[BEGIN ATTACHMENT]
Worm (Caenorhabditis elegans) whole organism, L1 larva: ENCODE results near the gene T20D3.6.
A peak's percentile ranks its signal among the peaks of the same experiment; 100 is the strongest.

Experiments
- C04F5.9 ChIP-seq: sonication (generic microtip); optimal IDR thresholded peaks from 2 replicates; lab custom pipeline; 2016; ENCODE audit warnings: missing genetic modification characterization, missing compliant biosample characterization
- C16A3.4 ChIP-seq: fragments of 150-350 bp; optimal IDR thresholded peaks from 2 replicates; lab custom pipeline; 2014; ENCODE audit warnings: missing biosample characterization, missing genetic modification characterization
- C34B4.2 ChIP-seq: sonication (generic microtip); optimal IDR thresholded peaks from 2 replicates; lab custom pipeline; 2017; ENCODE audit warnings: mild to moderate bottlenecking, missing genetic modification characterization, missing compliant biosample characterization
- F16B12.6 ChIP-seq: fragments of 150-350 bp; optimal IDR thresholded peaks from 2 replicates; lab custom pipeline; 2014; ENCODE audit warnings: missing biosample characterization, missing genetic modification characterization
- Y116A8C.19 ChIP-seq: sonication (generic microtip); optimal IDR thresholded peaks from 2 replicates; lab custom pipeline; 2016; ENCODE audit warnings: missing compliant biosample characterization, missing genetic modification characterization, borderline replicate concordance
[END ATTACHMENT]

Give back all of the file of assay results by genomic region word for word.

Worm (Caenorhabditis elegans) whole organism, L1 larva: ENCODE results near the gene T20D3.6.
A peak's percentile ranks its signal among the peaks of the same experiment; 100 is the strongest.

Experiments
- C04F5.9 ChIP-seq: sonication (generic microtip); optimal IDR thresholded peaks from 2 replicates; lab custom pipeline; 2016; ENCODE audit warnings: missing genetic modification characterization, missing compliant biosample characterization
- C16A3.4 ChIP-seq: fragments of 150-350 bp; optimal IDR thresholded peaks from 2 replicates; lab custom pipeline; 2014; ENCODE audit warnings: missing biosample characterization, missing genetic modification characterization
- C34B4.2 ChIP-seq: sonication (generic microtip); optimal IDR thresholded peaks from 2 replicates; lab custom pipeline; 2017; ENCODE audit warnings: mild to moderate bottlenecking, missing genetic modification characterization, missing compliant biosample characterization
- F16B12.6 ChIP-seq: fragments of 150-350 bp; optimal IDR thresholded peaks from 2 replicates; lab custom pipeline; 2014; ENCODE audit warnings: missing biosample characterization, missing genetic modification characterization
- Y116A8C.19 ChIP-seq: sonication (generic microtip); optimal IDR thresholded peaks from 2 replicates; lab custom pipeline; 2016; ENCODE audit warnings: missing compliant biosample characterization, missing genetic modification characterization, borderline replicate concordance